Update: As of Wednesday afternoon, the new sole owner of Enchanted Grid says that she has no access to the grid servers to restart them and that she is told “there are no grid servers to restart.”
Enchanted Grid, a mid-sized private grid with a few hundred regions and registered residents, has been down for a few days, and documents were filed today signaling a change in ownership.
Two of the previous owners, Dai Rhys-Owain and Dawn Gemma Sian Rhys-Owain, have left, and the third owner, Julie Campbell, is now the sole owner and director of the company, according to the filings.
On its FAQ page, Enchanted Grid lists Tanya Matahari as the owner.
“Dear residents, I have now been named the sole shareholder and director of Enchanted Grid,” Matahari announced on the grid’s new Discord server this afternoon.
However, the grid servers were created under Dawn Gemma Sian Rhys-Owain’s personal account, she said. “As of today they have not been transferred to my management.”
A couple of hours later, she added another announcement, that she’s been told that there are no servers to restart.
“I have been working hard to confirm that, but it now appears that there is no way of verifying the reliability of that claim,” she wrote. “I have not lost hope of them becoming available again, but unfortunately it is not within my abilities to make it happen.”
According to a post on the grid’s Discord channel by a user named “Dai Enchanted,” the servers “cannot be accessed due to legal proceedings.”
“We have been as honest as we possibly can right from day 1, even transferring both PayPal accounts over to Tanya last week,” the user posted. “I will not be talking again in local chat. I am seeing our lawyer in the next few days to see if we can release any more information. We have been in constant contact with Tanya every step of the way.”
Neither Dai Rhys-Owain nor Dawn Gemma Sian Rhys-Owain have responded to my request for comment, or to confirm the Discord post.
Some residents have been extremely concerned about the grid’s future, and the fact that they haven’t been able to access the grid or their content.
“No one knows who’s in charge and no one can buy currency or regions right now,” one grid resident told Hypergrid Business, requesting anonymity to avoid being caught up in the cross-fire.
The Enchanted Grid is a closed grid, meaning that there are challenges to exporting content from the grid.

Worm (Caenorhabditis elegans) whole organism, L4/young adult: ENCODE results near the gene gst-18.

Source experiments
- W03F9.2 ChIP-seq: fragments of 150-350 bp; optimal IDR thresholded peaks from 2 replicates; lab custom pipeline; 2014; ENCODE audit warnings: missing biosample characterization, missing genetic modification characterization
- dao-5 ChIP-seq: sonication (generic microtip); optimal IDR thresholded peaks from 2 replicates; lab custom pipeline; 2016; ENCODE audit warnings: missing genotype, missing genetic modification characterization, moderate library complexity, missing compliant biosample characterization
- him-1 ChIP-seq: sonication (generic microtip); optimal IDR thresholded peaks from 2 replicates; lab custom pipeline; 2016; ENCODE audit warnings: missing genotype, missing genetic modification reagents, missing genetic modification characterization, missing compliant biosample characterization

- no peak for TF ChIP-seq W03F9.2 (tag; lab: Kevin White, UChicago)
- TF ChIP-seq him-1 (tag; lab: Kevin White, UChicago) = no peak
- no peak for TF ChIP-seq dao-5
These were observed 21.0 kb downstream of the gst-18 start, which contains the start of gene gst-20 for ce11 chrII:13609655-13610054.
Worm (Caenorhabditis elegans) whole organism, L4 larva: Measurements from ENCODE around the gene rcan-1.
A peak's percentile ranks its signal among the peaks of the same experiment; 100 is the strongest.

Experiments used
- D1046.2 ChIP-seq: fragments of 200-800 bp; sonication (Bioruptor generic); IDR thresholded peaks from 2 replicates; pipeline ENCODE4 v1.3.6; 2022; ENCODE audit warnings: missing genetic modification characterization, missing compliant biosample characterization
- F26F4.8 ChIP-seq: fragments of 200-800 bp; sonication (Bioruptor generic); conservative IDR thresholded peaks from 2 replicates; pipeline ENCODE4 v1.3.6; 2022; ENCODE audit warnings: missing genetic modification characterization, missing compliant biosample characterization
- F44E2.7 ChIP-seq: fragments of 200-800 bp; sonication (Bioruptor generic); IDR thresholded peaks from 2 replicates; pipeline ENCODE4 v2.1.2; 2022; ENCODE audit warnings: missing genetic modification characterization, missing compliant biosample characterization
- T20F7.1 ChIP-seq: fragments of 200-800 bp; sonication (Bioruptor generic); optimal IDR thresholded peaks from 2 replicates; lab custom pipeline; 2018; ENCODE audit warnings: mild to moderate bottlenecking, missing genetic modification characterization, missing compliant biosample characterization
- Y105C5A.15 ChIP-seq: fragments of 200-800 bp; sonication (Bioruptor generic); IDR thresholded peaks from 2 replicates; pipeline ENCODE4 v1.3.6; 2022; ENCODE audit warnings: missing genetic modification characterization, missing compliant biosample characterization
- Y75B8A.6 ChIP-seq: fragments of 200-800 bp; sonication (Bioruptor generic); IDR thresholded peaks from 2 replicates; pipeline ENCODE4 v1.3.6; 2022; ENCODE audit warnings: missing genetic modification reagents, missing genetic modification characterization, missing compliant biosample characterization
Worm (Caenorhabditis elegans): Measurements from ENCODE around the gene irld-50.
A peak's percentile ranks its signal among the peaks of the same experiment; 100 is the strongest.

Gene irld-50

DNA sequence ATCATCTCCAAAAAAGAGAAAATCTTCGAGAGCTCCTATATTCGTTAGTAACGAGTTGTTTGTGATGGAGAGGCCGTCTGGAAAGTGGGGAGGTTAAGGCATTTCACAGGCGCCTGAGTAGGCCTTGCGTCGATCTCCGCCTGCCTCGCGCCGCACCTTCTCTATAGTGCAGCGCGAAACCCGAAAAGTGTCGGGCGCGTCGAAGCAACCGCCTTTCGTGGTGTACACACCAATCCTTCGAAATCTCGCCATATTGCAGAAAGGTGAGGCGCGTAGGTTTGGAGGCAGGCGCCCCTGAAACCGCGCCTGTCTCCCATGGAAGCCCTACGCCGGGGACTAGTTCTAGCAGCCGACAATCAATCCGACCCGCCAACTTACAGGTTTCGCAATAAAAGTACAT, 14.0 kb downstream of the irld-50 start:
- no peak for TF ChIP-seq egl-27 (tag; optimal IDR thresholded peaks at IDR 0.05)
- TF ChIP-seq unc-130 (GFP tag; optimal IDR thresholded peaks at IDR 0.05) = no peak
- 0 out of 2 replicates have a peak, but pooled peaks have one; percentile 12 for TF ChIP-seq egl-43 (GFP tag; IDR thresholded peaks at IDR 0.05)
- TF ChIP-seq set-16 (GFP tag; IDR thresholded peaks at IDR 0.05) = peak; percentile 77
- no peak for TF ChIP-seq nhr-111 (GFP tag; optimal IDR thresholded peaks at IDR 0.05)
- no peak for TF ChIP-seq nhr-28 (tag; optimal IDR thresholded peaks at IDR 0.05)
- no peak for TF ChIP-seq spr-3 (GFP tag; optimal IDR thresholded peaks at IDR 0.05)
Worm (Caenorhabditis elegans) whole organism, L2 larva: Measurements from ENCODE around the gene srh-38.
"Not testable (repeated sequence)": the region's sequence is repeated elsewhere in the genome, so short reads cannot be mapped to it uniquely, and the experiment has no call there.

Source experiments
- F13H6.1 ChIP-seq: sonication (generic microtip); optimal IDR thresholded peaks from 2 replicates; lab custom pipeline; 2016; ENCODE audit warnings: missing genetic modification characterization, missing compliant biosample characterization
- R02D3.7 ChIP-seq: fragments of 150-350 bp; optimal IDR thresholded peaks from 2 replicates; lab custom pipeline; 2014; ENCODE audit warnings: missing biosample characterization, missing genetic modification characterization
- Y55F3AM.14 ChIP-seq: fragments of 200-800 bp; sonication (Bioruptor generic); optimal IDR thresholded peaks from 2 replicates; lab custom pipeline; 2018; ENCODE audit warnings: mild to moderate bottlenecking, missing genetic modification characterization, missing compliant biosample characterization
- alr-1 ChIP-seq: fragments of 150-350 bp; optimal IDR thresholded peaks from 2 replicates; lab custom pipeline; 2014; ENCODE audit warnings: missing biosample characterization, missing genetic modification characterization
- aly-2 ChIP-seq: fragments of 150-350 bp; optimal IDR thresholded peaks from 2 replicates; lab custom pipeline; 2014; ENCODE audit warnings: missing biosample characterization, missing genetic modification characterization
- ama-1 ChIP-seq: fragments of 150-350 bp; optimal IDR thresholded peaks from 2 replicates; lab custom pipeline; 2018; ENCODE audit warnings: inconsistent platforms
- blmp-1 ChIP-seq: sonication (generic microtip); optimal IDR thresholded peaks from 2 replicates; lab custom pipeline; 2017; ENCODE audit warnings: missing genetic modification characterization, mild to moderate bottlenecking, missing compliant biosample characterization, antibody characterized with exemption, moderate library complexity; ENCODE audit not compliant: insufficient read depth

If the grid servers and their backups are gone, then user regions, inventories, and currency balances are gone as well.
Who is Tanya Matahari?
Matahari is a virtual world fashion designer who was well known on InWorldz and in Second Life. Her blog is here and her Facebook page is here.
Enchanted Grid also has a Facebook presence, with a private Facebook group, but there have been no new posts in the past month.
I’ve reached out to the former owners, to Matahari herself, and to other people who might be associated with the grid, and will update the story as information comes in.
Enchanted Grid history
Enchanted Grid was founded this past March, and officially incorporated on May 18, according to legal filings. At that time, there were three owners, each of whom owned a third of the company — Dai Rhys-Owain, Dawn Gemma Sian Rhys-Owain, and Julie Campbell.
Dawn Gemma Sian Rhys-Owain was the director.
Enchanged Grid runs on the Halcyon version of OpenSim, first developed by the team behind the now-defunct InWorldz grid, which was once the biggest closed grid in OpenSim.
Halcyon is based on the InWorldz version of the OpenSim software, which branched away from mainline OpenSim back in 2010. InWorldz updated the scripting and physics features, and fixed some bugs in the code. But by branching away, the fixes made by the community to the rest of the OpenSim code base became harder and harder for InWorldz to implement on its own branch, causing them to fall behind in some areas of technology.
Today, mainline OpenSim offers a number of features, such as variable-sized regions and hypergrid connectivity, that are not available in the Halcyon branch.
Other grids have made their own branches as well, but have been careful to keep their proprietary add-ons separate, so that they can continue to benefit from the advances made by the rest of the community. They also donate bug fixes back to the community so that everyone can have them. Donating bug fixes is also helpful to the original creators because it means that the OpenSim community doesn’t create its own, different, and possibly incompatible bug fixes. If that happens, then the grid either has to throw out its own bug fixes and use the community’s to maintain compatibility, or have to do extra work at each upgrade to add their own bug fixes back in. If they pick the latter, then there’s more “technical debt” with each update cycle and it becomes harder and harder for them to stay current.
Other popular versions of the OpenSim code base include the Diva Distro and the DreamGrid versions, which make setup and configuration easier for new grid owners. Kitely also has its own version of OpenSim that supports cloud-based, on-demand regions, but they’re careful to maintain compatibility with the rest of OpenSim and regularly contribute features and bug fixes back to the community.
Source: Hypergrid Business